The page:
## Lewis Dot Structure Definition

Lewis dot structure definition: a visual way to clearly depict the connection of atoms and the electrons present in a molecule. With a carbon Lewis dot structure, one can see how the atoms in a molecule are bonded together, which gives us more information about the structure than the molecular formula. The figure below shows two molecules’ molecular formulas and Lewis dot structures to depict how much more information can be obtained from a Lewis dot structure.

Remember the Lewis dot structure definition here that they are much more visual than the molecular formulas: To create a Lewis dot structure, go through the following steps:

#### 1. Count the number of valence electrons in the molecule.

Valence electrons are high energy electrons in the outermost electron shell where bonding typically occurs. The number of valence electrons can be easily identified by looking at the column on which the atom is located on the periodic table: Here, the periodic table is color coded. Each column corresponds to a certain number of valence electrons. For example, all the elements in the red column have 1 valence electron, all the orange elements have 2 valence electrons, and so on.

Add up the number of valence electrons for each atom in the molecule to find the total number of electrons. This sum is the number of electrons you must use in the Lewis dot structure.

We will follow each step of creating a carbon Lewis dot structure using CO2 as an example.

Example
Find the Lewis dot structure for CO2.
C has 4 valence electrons
O has 6 valence electrons (we must multiple this by 2 because there are 2 oxygen atoms)
Total number of valence electrons=4+6(2)
Total number of valence electrons=16
(this example is continued throughout each step below)

#### 2. Draw the arrangement of the atoms, placing the most electronegative atoms at the end (see section 4 of this chapter to learn more about electronegativity).

Example

Keep it Simple
Practice is the key to being able to solve Lewis dot structure questions. As you do more and more practice problems, patterns for certain atoms begin to emerge. For example, hydrogen and the halogens (F, Cl, Br, I) almost always occupy the end positions of a Lewis dot structure. These atoms also tend to bond only using single bonds.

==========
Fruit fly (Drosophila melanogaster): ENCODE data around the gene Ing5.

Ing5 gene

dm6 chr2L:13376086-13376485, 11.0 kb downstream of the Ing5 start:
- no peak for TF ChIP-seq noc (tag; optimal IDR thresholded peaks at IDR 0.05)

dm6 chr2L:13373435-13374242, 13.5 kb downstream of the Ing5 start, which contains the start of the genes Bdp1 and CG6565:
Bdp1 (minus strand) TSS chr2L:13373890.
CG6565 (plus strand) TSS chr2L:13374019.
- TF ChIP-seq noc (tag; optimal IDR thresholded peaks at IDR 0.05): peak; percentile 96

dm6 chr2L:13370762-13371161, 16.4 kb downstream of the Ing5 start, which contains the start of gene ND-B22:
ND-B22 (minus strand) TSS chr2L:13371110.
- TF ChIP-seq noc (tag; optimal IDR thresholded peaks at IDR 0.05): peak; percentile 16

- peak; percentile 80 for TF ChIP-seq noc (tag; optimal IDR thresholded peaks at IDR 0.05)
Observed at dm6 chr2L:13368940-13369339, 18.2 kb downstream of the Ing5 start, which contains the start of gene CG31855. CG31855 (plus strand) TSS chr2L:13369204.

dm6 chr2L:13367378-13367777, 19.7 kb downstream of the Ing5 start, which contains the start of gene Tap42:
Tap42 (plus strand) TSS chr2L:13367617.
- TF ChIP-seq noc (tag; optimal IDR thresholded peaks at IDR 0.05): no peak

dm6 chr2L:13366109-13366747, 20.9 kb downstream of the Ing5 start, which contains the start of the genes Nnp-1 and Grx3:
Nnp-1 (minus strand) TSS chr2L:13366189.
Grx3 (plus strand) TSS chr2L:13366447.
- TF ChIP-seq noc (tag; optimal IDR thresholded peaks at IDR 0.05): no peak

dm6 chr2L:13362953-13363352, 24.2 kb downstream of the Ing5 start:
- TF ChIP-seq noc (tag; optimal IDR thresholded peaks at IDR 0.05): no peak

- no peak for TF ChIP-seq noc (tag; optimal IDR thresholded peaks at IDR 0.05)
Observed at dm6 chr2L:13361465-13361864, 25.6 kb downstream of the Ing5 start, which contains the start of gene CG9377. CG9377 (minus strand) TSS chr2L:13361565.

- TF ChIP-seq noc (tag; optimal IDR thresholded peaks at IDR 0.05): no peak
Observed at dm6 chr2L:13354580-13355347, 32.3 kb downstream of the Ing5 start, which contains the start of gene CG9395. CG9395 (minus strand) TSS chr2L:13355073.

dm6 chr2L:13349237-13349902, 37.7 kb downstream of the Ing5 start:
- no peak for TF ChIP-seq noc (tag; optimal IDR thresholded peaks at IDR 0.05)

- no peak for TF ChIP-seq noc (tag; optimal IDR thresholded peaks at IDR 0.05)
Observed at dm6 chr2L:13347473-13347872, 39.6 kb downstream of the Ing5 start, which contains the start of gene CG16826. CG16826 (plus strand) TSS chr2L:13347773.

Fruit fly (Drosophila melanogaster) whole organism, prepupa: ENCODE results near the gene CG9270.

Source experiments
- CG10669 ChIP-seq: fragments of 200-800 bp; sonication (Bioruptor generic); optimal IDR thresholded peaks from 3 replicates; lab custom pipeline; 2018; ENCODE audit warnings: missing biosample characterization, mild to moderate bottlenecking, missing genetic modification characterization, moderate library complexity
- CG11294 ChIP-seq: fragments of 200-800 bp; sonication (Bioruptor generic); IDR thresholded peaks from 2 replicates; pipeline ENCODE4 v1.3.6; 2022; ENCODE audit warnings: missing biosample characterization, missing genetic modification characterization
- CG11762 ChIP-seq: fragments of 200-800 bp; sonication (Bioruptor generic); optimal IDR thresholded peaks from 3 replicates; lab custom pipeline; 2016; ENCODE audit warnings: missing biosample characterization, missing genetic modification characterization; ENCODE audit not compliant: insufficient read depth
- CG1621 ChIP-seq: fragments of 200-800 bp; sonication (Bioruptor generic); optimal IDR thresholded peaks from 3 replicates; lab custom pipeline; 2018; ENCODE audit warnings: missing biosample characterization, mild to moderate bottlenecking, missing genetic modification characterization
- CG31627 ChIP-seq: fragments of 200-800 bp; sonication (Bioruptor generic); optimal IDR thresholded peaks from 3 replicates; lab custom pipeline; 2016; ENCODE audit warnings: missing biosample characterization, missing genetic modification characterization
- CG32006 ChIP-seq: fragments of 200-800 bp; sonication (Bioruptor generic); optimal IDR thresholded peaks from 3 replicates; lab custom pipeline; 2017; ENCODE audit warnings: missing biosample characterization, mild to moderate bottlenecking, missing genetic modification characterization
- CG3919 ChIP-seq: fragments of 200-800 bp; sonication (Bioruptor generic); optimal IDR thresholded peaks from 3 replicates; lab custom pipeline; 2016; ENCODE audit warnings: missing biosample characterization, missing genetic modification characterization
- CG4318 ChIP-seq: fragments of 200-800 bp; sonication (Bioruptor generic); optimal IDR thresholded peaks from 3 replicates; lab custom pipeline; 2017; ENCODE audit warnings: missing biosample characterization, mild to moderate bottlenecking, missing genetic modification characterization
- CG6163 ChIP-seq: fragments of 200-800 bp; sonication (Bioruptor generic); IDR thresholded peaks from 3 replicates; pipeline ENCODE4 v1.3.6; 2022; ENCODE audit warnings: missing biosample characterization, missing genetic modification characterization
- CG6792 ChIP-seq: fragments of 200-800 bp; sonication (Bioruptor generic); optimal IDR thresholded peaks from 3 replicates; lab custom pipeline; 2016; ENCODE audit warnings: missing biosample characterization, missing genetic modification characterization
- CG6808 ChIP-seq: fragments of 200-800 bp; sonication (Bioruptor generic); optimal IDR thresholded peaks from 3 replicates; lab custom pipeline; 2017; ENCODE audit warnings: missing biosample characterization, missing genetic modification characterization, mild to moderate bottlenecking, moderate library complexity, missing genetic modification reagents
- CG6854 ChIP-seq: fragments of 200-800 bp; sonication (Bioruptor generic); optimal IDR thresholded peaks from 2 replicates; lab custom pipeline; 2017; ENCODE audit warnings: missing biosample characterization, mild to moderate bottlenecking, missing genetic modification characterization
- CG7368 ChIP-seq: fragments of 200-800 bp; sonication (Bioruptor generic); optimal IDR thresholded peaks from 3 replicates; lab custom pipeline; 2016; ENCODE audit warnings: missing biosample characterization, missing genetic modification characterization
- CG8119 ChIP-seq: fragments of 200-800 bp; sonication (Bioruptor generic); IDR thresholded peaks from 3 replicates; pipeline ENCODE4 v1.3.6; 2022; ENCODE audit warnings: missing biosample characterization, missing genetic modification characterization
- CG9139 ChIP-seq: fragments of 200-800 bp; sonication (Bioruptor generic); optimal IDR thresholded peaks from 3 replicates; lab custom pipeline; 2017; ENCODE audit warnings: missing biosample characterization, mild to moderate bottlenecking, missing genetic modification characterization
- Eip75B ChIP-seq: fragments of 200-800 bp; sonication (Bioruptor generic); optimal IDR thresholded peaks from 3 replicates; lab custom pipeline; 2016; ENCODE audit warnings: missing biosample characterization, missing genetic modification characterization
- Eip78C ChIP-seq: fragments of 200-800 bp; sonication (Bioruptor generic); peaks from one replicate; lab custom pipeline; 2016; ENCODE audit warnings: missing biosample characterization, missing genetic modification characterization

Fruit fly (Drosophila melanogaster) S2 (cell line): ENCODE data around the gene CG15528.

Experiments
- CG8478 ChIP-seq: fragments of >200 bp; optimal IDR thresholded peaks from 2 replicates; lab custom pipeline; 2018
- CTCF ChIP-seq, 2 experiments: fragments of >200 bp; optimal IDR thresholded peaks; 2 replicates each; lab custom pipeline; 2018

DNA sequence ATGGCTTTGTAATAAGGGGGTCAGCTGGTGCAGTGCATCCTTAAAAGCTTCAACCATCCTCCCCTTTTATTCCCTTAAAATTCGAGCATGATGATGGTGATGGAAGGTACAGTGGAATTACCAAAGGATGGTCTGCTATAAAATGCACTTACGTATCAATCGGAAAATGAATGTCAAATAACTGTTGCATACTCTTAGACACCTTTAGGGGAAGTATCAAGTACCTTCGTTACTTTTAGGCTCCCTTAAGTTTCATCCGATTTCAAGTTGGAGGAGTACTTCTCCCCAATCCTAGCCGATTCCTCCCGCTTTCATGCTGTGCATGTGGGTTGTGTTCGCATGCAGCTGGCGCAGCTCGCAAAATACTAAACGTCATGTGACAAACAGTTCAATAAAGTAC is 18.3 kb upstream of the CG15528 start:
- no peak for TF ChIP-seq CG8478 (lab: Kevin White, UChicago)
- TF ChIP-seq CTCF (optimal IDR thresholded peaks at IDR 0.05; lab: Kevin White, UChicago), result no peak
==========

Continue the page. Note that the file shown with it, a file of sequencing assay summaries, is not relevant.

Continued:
Reminder: The arrangement of atoms is key. Remember, the visual connection of atoms is key in the Lewis dot structure definition.

Example

#### 4. Add full octets (meaning 8 electrons) to all of the atoms, except the central atom.

i.  EXCEPTIONS:
1. Hydrogen only needs 1 pair of electrons as it does not follow the octet rule.
2. Phosphorus (P) and sulfur (S) can exceed the octet rule. They can have up to 12 electrons (6 pair).

Example

#### 5. Count the number of electrons you have used to far. Subtract the total number of valence electrons from this number. The difference obtained is the number of electrons you have left that still need to be placed on the molecule.

i. Total valence electrons-Electrons used=Electrons remaining.

Example
Find the Lewis dot structure for CO2 (continued from step 4).
16-16=0
This tells us we have used all the electrons available to us in this molecule.

#### 6. Add the number of electrons from the difference obtained in step 5 to the central atom. If the difference in step 5 was zero, skip this step and go to step 7.

Example
Find the Lewis dot structure for CO2 (continued from step 5).
We skip this step because we have zero remaining electrons. We cannot add any more to the central atom

#### 7. Ensure all atoms have a full octet (remember the exceptions given in step 4). If any atom does not have the full octet, rearrange lone pairs into double or triple bonds to ensure that all atoms have a full octet of electrons.

Example
Find the Lewis dot structure for CO2 (continued from step 6).
Carbon does not have a full octet in the structure given in step 4, so let’s bring in one of the lone pairs from the left oxygen atom and see what happens: Here, we have a double bond between the oxygen and the carbon on the left. But the central carbon is still lacking a full octet, so we must rearrange further. Let’s move a lone pair from the oxygen on the right to form yet another double bond: Here, all atoms have a full octet, so this is our answer. Redrawn, the molecule looks like: